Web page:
Public comments will be accepted in four batches over a one-year period; the deadline for the first batch is September 15. The second batch of comments is due on November 14. The third and fourth batches are due on February 12, 2018 and July 17, 2018, respectively. NABR is planning to submit comments during the November batch and we encourage your institution to submit comments as well.

The questions below have been excerpted in full from the USDA’s notice in the Federal Registrar:

  1. Are there any regulations that should be repealed, replaced, or modified?
  2. For each regulation identified in question number 1, please identify whether the regulation:
    1. Results in the elimination of jobs, or inhibits job creation;
    2. Is outdated, unnecessary, or ineffective;
    3. Imposes costs that exceed benefits;
    4. Creates a serious inconsistency or otherwise interferes with regulatory reform initiatives and policies;
    5. Is inconsistent with the requirements or regulations of section 515 of the Treasury and General Government Appropriations Act, 2001 (44 U.S.C. 3516 note), which requires that agencies maximize the quality, objectivity, and integrity of the information (including statistical information) they disseminate; or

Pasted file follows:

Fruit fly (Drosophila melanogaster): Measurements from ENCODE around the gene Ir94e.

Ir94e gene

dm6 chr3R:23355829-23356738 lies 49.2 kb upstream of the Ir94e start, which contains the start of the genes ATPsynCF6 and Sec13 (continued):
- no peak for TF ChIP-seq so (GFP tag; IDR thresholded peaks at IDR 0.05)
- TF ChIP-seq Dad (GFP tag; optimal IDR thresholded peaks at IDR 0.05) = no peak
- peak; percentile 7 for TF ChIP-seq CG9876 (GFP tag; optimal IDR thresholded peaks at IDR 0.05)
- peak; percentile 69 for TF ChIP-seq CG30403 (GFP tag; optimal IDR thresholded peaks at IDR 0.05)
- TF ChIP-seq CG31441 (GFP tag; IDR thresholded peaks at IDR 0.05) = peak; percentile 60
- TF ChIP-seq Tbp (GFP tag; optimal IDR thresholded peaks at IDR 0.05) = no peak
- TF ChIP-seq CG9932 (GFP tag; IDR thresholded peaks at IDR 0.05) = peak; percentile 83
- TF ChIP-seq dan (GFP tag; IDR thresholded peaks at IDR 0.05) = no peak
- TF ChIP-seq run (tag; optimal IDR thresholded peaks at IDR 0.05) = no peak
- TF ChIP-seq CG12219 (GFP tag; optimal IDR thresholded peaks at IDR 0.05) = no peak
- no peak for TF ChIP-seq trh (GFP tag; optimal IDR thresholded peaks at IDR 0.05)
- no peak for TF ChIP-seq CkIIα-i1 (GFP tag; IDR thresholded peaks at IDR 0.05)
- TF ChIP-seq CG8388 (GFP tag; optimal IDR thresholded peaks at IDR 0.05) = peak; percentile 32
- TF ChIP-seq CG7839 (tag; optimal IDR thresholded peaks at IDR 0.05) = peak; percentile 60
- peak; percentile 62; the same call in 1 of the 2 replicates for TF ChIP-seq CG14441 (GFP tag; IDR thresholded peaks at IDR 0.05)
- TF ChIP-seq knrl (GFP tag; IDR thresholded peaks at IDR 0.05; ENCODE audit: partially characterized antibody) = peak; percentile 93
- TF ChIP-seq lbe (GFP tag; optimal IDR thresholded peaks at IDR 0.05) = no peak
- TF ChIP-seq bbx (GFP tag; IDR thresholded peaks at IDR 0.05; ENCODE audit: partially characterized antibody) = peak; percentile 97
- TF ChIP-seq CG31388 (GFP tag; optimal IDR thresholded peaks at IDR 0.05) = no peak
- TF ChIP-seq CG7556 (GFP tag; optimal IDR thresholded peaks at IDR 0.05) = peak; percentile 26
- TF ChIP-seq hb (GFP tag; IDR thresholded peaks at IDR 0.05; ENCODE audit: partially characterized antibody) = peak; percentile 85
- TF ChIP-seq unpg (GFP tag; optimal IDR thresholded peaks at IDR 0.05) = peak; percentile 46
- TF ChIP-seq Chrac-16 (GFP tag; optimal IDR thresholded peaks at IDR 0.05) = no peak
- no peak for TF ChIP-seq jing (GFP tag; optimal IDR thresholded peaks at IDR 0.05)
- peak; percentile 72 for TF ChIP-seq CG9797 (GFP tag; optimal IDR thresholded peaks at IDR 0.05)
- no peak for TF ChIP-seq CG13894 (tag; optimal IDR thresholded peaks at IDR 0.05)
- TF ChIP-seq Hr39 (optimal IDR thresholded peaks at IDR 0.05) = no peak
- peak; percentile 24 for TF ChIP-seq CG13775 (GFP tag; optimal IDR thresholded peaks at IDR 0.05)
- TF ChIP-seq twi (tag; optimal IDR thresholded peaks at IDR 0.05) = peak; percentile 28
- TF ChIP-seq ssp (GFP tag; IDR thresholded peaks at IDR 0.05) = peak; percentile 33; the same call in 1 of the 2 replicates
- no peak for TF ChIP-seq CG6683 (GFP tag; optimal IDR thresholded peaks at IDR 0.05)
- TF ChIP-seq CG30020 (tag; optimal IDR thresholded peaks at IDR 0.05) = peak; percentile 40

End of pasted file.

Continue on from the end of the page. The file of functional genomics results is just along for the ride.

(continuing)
6. Derives from or implements Executive Orders or other Presidential directives that have been subsequently rescinded or substantially modified.
  3. Are there any existing USDA requirements that duplicate or conflict with requirements of another Federal agency? Can the requirement be modified to eliminate the conflict?
  4. What are the estimated total compliance costs of the USDA regulations to which you or your organization must comply? This should include the costs of complying with information collections, recordkeeping, and other requirements subject to the Paperwork Reduction Act.